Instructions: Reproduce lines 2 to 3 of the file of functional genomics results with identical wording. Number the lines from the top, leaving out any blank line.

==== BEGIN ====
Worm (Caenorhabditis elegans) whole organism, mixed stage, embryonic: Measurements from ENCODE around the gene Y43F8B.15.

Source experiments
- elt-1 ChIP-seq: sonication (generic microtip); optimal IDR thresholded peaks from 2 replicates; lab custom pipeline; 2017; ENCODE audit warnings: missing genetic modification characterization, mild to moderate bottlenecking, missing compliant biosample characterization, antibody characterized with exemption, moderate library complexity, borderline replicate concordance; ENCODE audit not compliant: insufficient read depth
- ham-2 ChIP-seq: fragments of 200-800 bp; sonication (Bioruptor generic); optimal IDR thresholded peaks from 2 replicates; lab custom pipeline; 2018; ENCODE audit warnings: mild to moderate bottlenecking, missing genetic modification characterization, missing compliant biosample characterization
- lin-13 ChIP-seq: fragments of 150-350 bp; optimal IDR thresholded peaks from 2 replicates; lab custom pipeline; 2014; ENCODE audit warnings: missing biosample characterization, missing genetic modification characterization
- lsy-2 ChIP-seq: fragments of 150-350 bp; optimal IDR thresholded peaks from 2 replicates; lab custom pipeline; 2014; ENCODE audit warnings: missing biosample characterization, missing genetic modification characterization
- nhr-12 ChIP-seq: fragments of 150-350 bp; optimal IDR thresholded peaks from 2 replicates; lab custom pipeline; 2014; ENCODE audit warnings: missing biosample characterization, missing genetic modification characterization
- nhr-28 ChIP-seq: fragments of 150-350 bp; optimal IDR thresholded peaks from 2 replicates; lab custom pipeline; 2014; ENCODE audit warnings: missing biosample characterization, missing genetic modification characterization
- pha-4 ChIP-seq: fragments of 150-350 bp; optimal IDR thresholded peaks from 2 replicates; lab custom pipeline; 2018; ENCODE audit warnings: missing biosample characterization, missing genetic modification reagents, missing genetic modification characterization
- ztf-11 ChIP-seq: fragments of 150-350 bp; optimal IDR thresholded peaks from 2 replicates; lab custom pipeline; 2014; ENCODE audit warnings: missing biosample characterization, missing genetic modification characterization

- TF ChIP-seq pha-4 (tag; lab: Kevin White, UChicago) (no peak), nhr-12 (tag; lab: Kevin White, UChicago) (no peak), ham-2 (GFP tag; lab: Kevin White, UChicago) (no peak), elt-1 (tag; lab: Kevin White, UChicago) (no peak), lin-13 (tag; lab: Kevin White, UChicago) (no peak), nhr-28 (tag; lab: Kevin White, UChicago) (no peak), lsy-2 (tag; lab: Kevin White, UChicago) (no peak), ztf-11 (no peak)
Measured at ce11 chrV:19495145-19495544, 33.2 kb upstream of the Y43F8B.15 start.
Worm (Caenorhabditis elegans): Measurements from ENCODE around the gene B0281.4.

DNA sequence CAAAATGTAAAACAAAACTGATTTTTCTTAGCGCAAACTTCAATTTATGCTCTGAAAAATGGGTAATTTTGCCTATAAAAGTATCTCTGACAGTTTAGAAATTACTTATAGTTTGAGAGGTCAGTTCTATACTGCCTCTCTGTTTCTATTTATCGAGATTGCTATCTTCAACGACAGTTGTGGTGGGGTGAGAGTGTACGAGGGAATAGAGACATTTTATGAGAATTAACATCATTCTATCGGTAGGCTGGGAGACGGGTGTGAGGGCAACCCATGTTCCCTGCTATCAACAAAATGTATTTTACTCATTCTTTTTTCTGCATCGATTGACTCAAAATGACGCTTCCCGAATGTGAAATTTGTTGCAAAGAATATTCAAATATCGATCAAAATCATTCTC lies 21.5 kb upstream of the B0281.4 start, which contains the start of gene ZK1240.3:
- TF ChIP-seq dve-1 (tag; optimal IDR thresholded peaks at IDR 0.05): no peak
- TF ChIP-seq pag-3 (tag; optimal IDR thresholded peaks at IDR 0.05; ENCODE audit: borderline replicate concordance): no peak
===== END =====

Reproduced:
Source experiments
- elt-1 ChIP-seq: sonication (generic microtip); optimal IDR thresholded peaks from 2 replicates; lab custom pipeline; 2017; ENCODE audit warnings: missing genetic modification characterization, mild to moderate bottlenecking, missing compliant biosample characterization, antibody characterized with exemption, moderate library complexity, borderline replicate concordance; ENCODE audit not compliant: insufficient read depth